• I73.9 Peripheral vascular disease, unspecified

  • I70.209 Unsp athscl native arteries of extremities, unsp extremity

  • I70.219 Athscl native arteries of extrm w intrmt claud, unsp extrm

  • I70.229 Athscl native arteries of extrm w rest pain, unsp extremity

  • I70.299 Oth athscl native arteries of extremities, unsp extremity


  • 443.9 Peripheral vascular disease, unspecified

  • 440.20 Atherosclerosis of native arteries of the extremities, unspecified

  • 440.21 Atherosclerosis of native arteries of the extremities with intermittent claudication

  • 440.22 Atherosclerosis of native arteries of the extremities with rest pain

  • 440.23 Atherosclerosis of native arteries of the extremities with ulceration

  • 440.24 Atherosclerosis of native arteries of the extremities with gangrene

  • 440.29 Other atherosclerosis of native arteries of the extremities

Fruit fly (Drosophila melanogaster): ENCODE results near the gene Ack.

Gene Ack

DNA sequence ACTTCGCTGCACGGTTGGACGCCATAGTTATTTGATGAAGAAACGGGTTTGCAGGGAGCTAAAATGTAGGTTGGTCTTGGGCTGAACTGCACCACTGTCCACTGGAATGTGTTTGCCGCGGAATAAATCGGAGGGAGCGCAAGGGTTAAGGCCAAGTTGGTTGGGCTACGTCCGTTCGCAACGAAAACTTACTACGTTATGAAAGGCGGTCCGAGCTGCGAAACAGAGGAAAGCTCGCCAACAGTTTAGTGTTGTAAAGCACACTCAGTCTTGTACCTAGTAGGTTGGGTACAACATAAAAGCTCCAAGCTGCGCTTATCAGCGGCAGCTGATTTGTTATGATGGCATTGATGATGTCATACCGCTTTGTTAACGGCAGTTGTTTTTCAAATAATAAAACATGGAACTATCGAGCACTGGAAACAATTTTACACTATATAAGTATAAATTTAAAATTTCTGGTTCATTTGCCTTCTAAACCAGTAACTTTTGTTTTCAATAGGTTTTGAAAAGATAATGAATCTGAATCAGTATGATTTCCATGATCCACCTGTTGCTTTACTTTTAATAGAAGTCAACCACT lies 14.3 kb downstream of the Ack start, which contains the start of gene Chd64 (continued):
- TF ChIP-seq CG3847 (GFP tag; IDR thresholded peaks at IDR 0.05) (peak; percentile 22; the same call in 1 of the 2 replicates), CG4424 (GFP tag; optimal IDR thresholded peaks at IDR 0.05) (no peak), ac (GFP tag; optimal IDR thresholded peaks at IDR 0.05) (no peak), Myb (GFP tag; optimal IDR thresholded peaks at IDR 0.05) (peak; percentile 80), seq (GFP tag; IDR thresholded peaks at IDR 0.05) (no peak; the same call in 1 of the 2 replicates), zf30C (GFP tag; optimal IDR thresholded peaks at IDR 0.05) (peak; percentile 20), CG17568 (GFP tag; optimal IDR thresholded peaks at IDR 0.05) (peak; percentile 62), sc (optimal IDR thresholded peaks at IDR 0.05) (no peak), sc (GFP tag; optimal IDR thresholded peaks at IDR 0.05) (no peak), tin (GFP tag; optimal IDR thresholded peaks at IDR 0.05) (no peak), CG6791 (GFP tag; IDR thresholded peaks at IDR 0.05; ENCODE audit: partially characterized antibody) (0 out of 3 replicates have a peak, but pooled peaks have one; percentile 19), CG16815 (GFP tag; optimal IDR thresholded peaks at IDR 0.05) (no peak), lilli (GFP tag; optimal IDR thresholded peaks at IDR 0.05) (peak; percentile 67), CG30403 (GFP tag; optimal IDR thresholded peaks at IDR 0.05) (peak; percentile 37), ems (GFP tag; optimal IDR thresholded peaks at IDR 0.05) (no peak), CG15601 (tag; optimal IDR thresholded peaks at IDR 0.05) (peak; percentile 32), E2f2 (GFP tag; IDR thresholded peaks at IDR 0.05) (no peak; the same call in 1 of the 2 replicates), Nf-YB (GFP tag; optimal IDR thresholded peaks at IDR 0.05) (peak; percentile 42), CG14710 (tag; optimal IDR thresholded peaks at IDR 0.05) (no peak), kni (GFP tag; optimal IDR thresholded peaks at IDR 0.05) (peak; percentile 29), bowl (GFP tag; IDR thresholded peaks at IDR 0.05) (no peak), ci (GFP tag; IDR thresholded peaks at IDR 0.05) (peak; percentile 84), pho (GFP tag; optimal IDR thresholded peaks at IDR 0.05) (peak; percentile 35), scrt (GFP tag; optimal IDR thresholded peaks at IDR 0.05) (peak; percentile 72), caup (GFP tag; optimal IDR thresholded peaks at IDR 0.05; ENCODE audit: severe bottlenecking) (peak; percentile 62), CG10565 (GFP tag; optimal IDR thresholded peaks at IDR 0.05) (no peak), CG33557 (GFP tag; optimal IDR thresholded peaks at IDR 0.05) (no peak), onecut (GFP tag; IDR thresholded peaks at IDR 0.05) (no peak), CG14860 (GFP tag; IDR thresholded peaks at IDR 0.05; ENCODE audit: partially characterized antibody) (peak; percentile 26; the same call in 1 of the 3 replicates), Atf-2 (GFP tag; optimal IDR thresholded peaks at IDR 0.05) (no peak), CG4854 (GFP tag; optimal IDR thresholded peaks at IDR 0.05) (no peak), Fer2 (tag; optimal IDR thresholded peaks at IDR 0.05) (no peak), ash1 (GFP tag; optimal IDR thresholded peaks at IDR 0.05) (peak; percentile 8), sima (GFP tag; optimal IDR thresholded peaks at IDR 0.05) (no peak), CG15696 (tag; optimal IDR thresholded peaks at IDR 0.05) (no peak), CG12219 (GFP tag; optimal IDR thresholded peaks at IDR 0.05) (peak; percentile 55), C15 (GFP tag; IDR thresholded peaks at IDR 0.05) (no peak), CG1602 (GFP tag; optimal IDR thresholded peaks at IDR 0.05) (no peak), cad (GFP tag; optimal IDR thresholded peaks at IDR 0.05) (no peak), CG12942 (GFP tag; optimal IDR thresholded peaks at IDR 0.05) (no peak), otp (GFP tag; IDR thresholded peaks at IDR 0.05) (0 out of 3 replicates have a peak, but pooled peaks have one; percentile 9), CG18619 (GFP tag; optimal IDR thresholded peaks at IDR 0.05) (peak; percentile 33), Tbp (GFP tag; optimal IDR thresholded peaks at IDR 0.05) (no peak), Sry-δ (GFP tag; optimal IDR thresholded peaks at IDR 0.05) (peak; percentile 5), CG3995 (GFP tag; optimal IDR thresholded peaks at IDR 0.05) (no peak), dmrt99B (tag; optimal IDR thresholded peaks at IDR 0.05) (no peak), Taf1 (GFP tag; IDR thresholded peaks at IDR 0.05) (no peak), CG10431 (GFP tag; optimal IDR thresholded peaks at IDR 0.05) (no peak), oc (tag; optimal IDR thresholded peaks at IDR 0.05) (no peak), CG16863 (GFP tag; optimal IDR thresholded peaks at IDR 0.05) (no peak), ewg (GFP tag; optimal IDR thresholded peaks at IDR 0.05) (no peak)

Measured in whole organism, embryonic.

• 399957001 Peripheral arterial occlusive disease (disorder)

  • 51274000 Atherosclerosis of arteries of the extremities

  • 63491006 Intermittent claudication (disorder)


  • Screening of a general medical population for PAD is not recommended. Studies have indicated that screening for PAD among asymptomatic adults in the general population could lead to false-positive results and unnecessary workups. The prevalence among the general public who are asymptomatic is low.

  • A patient already receiving medical treatment should be referred for further surgical evaluation for any of the following scenarios:

    • ▪ Unsatisfactory results despite medical therapy
    • ▪ No definitive diagnosis can be made
    • ▪ Critical limb ischemia is present, such as rest pain, gangrene, or ulceration.
  • The clopidogrel (75 mg/day) versus aspirin (325 mg/day) study in the patients at risk of ischemic events (CAPRIE) trial found a 23.8% relative risk ratio for MI, stroke, or cardiovascular death in PAD patients treated with clopidogrel compared with aspirin but no statistically significant difference in overall mortality reduction. Clopidogrel is much more expensive than aspirin.